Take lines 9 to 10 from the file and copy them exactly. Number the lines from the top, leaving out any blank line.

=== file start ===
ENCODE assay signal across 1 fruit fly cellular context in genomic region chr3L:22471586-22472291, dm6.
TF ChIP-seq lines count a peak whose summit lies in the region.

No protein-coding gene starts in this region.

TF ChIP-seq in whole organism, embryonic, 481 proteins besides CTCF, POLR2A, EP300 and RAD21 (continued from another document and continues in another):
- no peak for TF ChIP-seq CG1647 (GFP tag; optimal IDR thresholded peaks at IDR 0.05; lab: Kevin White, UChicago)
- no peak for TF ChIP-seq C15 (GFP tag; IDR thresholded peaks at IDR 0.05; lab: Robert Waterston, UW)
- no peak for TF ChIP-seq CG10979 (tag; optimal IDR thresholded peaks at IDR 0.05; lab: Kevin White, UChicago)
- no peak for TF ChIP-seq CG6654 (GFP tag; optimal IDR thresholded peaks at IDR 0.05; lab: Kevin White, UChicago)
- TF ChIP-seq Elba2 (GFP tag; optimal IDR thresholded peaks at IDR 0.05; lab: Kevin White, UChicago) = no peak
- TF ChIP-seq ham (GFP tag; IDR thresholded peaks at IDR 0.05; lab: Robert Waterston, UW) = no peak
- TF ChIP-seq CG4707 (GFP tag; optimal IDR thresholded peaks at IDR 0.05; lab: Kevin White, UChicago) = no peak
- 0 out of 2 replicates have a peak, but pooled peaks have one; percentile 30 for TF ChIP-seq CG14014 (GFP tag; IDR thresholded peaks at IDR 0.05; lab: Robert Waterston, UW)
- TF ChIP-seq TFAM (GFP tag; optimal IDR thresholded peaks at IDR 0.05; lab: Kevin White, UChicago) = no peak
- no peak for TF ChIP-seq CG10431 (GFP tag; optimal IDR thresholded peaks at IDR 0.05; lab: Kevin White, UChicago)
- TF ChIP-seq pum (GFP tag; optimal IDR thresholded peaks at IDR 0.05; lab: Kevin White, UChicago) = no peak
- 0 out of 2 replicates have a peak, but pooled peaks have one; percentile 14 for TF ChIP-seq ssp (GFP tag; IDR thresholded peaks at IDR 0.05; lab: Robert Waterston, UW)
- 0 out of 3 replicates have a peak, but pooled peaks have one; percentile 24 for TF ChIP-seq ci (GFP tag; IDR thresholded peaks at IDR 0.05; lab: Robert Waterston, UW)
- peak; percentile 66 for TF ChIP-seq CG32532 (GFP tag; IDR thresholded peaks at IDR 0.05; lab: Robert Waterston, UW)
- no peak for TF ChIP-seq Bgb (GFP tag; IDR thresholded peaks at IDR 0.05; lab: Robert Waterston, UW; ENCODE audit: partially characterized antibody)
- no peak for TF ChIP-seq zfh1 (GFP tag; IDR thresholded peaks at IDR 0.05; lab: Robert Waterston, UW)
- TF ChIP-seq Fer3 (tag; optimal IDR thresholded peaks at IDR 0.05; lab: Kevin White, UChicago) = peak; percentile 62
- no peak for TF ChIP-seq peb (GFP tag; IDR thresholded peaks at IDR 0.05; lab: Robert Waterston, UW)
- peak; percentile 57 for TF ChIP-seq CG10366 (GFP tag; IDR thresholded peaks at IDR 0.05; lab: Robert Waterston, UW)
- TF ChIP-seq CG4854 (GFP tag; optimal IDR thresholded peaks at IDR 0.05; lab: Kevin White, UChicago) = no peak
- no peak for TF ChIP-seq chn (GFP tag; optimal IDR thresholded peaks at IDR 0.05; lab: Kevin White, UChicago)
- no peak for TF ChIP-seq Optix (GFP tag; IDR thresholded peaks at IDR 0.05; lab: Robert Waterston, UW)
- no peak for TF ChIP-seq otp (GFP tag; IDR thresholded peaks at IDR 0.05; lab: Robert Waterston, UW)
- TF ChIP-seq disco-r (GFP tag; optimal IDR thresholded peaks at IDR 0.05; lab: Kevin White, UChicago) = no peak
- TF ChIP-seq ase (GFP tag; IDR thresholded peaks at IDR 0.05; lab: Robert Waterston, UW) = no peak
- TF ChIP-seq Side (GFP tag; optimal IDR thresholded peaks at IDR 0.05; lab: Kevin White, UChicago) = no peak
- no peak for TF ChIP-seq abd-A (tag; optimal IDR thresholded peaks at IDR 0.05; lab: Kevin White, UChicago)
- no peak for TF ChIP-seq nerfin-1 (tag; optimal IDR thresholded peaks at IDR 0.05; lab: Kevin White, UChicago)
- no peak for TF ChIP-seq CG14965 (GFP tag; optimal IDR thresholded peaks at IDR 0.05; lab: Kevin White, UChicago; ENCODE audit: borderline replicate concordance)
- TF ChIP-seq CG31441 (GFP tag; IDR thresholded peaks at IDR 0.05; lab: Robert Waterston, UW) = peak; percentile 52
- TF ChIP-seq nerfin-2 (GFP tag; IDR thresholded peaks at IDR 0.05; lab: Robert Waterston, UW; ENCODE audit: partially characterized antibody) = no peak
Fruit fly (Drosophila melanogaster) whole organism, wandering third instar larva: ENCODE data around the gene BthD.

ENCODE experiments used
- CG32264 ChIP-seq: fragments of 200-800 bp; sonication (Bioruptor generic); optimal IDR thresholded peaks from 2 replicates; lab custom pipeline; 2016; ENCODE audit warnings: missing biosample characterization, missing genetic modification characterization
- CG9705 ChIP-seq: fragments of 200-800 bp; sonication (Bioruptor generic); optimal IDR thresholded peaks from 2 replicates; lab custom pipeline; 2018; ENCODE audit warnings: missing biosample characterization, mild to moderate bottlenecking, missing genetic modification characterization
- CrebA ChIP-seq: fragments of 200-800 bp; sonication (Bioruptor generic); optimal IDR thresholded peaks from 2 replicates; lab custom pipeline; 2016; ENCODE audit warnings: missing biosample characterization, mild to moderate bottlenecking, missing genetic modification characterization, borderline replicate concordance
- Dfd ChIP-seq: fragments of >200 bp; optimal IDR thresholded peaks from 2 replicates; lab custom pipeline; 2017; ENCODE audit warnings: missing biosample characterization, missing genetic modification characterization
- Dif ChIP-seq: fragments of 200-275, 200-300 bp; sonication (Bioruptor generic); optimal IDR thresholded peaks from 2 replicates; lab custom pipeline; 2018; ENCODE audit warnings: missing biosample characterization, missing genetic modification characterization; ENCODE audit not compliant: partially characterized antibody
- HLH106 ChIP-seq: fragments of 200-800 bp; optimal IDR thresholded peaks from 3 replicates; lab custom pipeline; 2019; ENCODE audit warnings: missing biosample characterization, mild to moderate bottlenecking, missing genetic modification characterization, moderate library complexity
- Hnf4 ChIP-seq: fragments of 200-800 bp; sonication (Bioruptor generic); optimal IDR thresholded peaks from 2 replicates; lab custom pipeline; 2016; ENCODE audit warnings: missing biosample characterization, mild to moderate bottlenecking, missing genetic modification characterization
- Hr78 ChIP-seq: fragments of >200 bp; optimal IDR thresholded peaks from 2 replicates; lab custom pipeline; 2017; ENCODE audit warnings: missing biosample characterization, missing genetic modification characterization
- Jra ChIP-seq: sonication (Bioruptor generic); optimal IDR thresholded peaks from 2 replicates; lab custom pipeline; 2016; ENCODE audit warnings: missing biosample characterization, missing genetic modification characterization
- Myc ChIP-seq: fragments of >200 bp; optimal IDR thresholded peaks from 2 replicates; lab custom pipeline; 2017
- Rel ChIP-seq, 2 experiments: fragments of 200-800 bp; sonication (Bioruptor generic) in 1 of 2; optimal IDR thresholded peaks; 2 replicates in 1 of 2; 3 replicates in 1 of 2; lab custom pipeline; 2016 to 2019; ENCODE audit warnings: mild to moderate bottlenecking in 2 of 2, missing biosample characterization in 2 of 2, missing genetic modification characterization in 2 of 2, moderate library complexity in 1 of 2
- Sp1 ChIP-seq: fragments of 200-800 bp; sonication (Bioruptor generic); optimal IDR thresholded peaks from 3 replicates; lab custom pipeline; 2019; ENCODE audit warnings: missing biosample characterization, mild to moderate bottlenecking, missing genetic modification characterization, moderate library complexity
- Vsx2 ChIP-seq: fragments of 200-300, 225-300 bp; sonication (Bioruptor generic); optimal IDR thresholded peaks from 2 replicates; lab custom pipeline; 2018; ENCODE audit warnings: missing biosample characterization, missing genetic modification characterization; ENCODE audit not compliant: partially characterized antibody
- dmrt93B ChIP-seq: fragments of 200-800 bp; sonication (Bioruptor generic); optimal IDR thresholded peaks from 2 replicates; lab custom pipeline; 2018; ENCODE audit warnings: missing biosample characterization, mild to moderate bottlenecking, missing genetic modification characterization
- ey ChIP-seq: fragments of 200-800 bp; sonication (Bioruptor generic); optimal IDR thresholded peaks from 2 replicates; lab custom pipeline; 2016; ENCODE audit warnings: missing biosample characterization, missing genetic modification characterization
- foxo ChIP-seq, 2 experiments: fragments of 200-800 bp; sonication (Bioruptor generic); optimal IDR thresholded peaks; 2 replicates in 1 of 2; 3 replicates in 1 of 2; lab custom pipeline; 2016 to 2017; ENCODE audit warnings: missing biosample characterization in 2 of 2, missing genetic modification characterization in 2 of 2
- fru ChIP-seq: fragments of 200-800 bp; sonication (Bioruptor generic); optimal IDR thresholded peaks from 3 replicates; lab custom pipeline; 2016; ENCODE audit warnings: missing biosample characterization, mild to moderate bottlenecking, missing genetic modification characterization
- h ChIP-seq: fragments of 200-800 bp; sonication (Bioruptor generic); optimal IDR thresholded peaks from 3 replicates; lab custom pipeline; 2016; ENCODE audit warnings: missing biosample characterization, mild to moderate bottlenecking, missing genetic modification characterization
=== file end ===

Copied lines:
- TF ChIP-seq Elba2 (GFP tag; optimal IDR thresholded peaks at IDR 0.05; lab: Kevin White, UChicago) = no peak
- TF ChIP-seq ham (GFP tag; IDR thresholded peaks at IDR 0.05; lab: Robert Waterston, UW) = no peak